Europe points the way in health care

By John Williams

The Blair Government’s first implicit acknowledgement that thorough going European Union integration is logically inevitable came not from the Foreign Office, the Ministry of Defence, the Department of Trade and Industry, nor even from the Home Office. No, it came for a far more logical and potentially vital source – namely from the Department of Health, the Government Department that holds the subliminal roots of evolving British identity.

The decision by Alan Milburn, Minister of Health, to accept the European Court of Justice ruling that it was unlawful for states to refuse to pay for treatments abroad unless they could offer “the same or equally effective treatment without undue delay” strikes a fundamental blow for European integration. The blow doesn’t just demonstrate the unquestionable logic of federalism. Of far greater significance, it is a blow, just because it is accidental, that unavoidably ignites the processes which generate subliminal collective European identity, the vital collective European identity required for European integration.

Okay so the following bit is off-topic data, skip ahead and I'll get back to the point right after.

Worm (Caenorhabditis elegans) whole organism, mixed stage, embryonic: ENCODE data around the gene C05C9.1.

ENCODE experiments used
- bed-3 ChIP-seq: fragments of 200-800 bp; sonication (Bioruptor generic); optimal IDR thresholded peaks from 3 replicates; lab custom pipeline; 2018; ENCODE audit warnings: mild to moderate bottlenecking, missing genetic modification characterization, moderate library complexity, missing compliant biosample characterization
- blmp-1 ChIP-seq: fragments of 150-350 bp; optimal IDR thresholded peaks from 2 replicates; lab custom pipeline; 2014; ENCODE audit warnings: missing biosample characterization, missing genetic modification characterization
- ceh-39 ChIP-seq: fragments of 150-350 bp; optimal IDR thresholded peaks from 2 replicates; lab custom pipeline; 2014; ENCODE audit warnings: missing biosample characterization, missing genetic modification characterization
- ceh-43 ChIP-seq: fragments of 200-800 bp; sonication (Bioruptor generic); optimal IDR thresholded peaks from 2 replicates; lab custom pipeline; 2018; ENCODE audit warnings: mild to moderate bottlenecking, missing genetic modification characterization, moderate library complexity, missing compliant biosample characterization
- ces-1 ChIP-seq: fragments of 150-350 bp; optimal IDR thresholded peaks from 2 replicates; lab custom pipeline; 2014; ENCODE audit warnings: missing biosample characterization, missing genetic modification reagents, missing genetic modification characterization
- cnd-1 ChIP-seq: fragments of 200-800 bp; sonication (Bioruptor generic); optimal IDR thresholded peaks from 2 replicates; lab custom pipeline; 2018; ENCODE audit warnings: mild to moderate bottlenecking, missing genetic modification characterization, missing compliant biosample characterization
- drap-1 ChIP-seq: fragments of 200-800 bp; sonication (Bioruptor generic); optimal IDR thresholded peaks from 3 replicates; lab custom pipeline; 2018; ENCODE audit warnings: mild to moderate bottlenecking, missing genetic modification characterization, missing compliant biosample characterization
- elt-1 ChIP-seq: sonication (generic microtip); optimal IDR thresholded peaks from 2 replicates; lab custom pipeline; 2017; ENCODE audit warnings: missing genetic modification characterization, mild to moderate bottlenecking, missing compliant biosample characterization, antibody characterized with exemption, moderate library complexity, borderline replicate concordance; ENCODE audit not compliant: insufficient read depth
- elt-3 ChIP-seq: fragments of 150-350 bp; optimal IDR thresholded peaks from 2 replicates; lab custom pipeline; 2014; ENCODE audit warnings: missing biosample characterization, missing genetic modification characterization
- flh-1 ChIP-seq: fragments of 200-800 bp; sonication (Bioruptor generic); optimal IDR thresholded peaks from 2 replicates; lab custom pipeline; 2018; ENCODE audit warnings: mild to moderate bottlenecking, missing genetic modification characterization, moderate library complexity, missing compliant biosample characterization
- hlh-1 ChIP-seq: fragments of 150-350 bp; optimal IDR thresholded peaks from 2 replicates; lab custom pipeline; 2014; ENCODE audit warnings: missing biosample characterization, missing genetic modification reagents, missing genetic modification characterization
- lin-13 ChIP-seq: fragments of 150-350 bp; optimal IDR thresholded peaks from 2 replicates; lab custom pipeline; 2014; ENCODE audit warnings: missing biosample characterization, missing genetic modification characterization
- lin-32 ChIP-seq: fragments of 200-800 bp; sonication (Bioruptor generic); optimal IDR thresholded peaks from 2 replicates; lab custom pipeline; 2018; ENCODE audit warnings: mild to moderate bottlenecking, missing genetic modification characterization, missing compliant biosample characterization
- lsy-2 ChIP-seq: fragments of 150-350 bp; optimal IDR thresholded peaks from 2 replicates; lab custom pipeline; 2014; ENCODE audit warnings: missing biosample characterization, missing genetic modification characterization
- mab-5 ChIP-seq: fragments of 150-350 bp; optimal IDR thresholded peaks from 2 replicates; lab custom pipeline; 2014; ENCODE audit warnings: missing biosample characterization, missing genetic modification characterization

Reporting Milburn’s decision, The Guardian’s Social Affairs Editor John Carvel observed:

“Mr Milburn, under pressure from Downing Street for a more radical approach, decided to scrap regulations under the 1977 health act that have stood in the way of treatment abroad.

“Primary care trusts – local committees that are being set up to control most NHS spending – will in future be allowed to contract with EU providers for batches of operations such as cataracts and hip replacements that have the longest waiting lists.”

Such an observation, highlighting the Blair government’s grudging acceptance of European Union integration along federalist lines, provides a glimmer of genuine federalist hope.

This article was contributed by John Williams, who may be contacted at jhw@dircon.co.uk. The opinions expressed are those of the author and not necessarily those of Federal Union.

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